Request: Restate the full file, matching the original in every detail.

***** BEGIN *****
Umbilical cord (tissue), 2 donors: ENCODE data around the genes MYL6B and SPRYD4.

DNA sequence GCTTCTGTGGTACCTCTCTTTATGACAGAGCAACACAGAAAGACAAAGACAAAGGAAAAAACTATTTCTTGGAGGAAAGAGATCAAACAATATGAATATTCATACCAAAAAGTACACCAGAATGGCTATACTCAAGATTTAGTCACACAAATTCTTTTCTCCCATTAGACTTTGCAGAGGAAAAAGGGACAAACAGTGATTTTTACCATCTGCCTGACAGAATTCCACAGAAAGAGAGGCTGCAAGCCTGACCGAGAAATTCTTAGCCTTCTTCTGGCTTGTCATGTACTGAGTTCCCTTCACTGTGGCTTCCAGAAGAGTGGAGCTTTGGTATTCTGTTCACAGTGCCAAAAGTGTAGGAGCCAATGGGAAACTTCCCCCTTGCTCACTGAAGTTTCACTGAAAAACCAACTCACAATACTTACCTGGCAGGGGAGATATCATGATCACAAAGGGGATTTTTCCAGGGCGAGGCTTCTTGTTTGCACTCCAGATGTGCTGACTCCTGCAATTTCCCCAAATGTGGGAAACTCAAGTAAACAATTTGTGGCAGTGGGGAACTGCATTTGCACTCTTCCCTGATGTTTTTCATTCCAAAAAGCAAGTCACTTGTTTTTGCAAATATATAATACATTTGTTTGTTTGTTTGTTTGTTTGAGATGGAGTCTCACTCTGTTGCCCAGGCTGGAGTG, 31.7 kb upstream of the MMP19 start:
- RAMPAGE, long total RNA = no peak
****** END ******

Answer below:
Umbilical cord (tissue), 2 donors: ENCODE data around the genes MYL6B and SPRYD4.

DNA sequence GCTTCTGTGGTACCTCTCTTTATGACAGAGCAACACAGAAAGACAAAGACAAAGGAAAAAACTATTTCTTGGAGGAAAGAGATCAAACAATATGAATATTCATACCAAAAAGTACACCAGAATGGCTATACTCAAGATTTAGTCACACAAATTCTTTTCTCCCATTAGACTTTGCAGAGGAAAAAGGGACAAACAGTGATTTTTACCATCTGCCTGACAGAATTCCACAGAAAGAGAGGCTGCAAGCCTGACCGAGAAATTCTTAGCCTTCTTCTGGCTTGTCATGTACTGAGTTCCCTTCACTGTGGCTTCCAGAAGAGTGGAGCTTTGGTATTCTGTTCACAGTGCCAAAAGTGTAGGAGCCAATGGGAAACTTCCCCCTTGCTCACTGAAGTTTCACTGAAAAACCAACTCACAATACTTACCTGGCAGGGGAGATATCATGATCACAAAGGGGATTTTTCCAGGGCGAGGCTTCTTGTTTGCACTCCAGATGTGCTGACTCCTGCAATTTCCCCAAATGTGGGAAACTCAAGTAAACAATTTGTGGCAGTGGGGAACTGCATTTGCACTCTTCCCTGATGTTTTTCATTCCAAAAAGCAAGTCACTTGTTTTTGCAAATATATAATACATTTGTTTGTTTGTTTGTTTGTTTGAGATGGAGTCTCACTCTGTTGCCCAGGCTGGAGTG, 31.7 kb upstream of the MMP19 start:
- RAMPAGE, long total RNA = no peak